Detection of the Vulnerable Coronary Atherosclerotic Plaque - Promises and Limitations
Abhishek SharmaArmin Arbab-Zadeh Intravascular Imaging (IK Jang, Section Editor) First Online: 20 July 2017
Purpose of Review
The merit of imaging “vulnerable atherosclerotic plaques” remains highly controversial. This review aims at providing current evidence for both its benefit and limitations.
Results from optical coherence tomography and intravascular ultrasound imaging in patients with coronary heart disease suggest that certain individual coronary atherosclerotic plaque characteristics, e.g., large lipid core in a fibroatheroma, are associated with greater risk of adverse patient outcome. However, a closer look at these studies reveals that these associations are confounded by the relationship of “vulnerable plaque” characteristics with baseline lumen obstruction, which is a known predictor of recurrent angina and the main component of the reported adverse patient outcome. Recent insights into the pathophysiology of acute coronary syndromes suggest it to be an exceedingly complex process involving numerous local and systemic factors, which hinders outcome prediction.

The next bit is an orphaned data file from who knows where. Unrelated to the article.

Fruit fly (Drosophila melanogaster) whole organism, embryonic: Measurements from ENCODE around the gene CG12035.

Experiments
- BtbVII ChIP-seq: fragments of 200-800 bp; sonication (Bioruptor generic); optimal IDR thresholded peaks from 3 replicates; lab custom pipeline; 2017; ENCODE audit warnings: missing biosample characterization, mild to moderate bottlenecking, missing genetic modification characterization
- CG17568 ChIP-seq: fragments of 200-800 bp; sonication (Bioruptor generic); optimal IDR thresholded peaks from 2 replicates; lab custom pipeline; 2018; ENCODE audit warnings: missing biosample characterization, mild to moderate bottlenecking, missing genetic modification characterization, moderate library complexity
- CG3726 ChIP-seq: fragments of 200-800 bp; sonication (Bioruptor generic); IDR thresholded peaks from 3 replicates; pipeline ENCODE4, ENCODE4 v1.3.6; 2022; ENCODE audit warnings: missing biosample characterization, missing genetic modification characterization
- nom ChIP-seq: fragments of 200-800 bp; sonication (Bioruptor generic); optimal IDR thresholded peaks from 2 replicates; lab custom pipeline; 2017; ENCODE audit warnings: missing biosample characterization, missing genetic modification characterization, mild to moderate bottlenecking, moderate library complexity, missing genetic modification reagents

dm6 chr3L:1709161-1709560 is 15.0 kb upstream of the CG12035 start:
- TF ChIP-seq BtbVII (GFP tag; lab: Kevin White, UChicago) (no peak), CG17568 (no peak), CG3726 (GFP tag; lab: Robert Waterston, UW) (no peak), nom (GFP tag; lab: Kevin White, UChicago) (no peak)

The quest for the vulnerable plaque rests on the erroneous assumption that detecting coronary atherosclerotic lesions, which are prone to rupture or erode, will identify individuals at high risk of suffering acute coronary events. However, there is strong and consistent evidence suggesting that plaques most commonly rupture without associated clinical symptoms. Instead, ruptured plaques typically heal clinically silently and lead to plaque progression. The atherosclerotic disease burden, its metabolic activity, and risk factors for an inadequate response by the coagulation system to plaque disruption, on the other hand, are important predictors of acute coronary event risk and deserve our attention more than individual plaques.